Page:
Thursday 18 December 2003

By Amy Taylor, Clare Jerrom and Alex

Mental health ‘still the poor relation’
Staff shortages, unacceptable buildings and a lack of beds mean
that mental health services are still the ‘poor relation of the
National Health Service’, according to a new report.
The research, by the Commission for Health Improvement, found that
there was a national shortage of psychiatrists and nurses with
agency staff being used to fill the gap.
Other findings show that priority was being given to adult services
over those for children and older people.
Source:- The Financial Times Thursday 18 December page 4
Labour MPs attack move to put refugee children in

Labour MPs attacked David Blunkett’s plans to put children of
failed asylum seekers into care yesterday.
The opposition came from the Labour backbench during the second
reading of the Asylum and Immigration Bill.
The United Nations High Commissioner for Refugees has also levelled
criticism at the bill raising concerns that it could fail to
protect the most vulnerable asylum seekers by over focusing on
restrictive measures.
Source:- The Financial Times Thursday 18 December page 4
Biggest councils improve their ratings
The largest councils in England have improved their rating in the
comprehensive performance assessment, the Audit Commission
announced yesterday.
More county councils were rated as “good” or “excellent” than any
other group.
Councils will be put through a much tougher process when the
commission revises the way assessments are made for 2005.
Source:- The Financial Times Thursday 18 December page 6
No mercy. No regret
Blunders by Cambridgeshire and Humberside police forces allowed Ian
Huntley to slip through vetting checks when he was hired as a
school caretaker in Soham.
Huntley, who was given two life sentences yesterday for the murders
of Jessica Chapman and Holly Wells, has been accused of nine sexual
offences, including a string of rapes, an indecent assault on an
11-year-old child and unlawful sexual intercourse with four young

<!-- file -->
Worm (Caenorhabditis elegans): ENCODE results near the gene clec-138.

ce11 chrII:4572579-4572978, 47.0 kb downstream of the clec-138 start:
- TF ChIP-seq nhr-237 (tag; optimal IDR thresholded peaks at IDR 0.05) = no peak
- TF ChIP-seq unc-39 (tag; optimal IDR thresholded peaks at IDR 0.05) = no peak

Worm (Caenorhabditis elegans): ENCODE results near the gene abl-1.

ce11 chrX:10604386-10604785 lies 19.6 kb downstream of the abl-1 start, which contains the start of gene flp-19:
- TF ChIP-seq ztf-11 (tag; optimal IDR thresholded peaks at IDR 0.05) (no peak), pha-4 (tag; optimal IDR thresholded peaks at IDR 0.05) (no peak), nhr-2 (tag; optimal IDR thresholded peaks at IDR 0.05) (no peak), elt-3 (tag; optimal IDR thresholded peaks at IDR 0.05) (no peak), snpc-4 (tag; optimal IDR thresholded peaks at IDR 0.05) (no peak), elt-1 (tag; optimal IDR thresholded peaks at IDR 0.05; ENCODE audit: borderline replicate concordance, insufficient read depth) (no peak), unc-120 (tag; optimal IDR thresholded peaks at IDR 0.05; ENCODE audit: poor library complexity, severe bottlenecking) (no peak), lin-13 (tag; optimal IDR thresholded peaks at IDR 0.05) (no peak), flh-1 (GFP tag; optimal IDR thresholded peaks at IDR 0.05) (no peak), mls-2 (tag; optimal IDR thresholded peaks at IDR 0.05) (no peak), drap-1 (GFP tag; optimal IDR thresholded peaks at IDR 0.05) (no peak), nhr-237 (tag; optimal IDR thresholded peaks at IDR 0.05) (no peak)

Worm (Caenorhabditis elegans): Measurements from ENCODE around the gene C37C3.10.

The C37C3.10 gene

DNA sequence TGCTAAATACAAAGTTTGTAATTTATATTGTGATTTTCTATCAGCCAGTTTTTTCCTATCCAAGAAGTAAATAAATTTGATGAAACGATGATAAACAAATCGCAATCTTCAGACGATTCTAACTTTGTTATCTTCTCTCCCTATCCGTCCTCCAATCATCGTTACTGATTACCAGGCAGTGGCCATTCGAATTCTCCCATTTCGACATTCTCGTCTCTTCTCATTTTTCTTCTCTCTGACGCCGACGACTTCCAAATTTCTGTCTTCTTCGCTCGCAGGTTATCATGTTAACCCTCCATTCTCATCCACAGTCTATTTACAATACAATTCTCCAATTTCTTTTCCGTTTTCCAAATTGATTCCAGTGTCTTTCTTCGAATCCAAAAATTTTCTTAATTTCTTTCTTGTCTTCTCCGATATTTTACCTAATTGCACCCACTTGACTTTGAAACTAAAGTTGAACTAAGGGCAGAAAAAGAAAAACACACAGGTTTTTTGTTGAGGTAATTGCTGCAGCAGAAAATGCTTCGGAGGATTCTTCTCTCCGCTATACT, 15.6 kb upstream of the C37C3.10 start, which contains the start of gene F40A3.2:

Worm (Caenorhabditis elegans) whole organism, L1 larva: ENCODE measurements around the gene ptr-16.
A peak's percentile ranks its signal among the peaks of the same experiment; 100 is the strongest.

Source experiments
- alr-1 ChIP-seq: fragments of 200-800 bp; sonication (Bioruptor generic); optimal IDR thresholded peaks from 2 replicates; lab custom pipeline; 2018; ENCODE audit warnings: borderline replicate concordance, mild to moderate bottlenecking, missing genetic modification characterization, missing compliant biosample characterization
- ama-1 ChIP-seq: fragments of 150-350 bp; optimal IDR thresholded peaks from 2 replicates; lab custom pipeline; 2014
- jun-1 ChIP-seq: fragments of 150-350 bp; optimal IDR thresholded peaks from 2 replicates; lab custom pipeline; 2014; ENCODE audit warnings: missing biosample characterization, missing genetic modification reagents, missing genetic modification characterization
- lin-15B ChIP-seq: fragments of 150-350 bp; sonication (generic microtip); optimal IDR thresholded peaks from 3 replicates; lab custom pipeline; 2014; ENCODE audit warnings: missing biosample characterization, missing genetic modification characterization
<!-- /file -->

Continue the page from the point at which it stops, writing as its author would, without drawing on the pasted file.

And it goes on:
But none of these investigations ended in a successful prosecution
and details were not kept on file to be passed on when he applied
for the job or when he fell under suspicion when the girls
Home secretary David Blunkett has ordered an inquiry to establish
how Huntley came to be given the job.
Source:- The Times Thursday 18 December page 1
Police chiefs face sack over mix-up
A mix-up between Cambridgeshire and Humberside police forces over
Huntley’s name was central to the failure to use intelligence
about the sexual assault allegations against him.
Last night, the chief constables of both forces were fighting for
their jobs after the sequence of events that allowed Huntley to
slip through the net.
He was using the alias Ian Nixon at the time he applied for the
school caretaker’s job, but did not provide the name Huntley
to his prospective employers. For reasons which the two forces are
still unable to agree on, no checks were done on the name
Source:- The Daily Mail Thursday 18 December page 6.
Couple who adopted boy from Hell win their fight for

A couple whose lives were turned into a ‘living Hell’
by the uncontrollable boy they adopted, won a claim for damages
The court of appeal ruled that the 48-year-old man and his wife,
41, should be compensated by Essex Council for the upheaval and
depression they suffered after the boy and his sister were placed
in their care.
Judges heard that the boy turned the couple’s lives upside
down after he moved in. He was diagnosed with Attention Deficit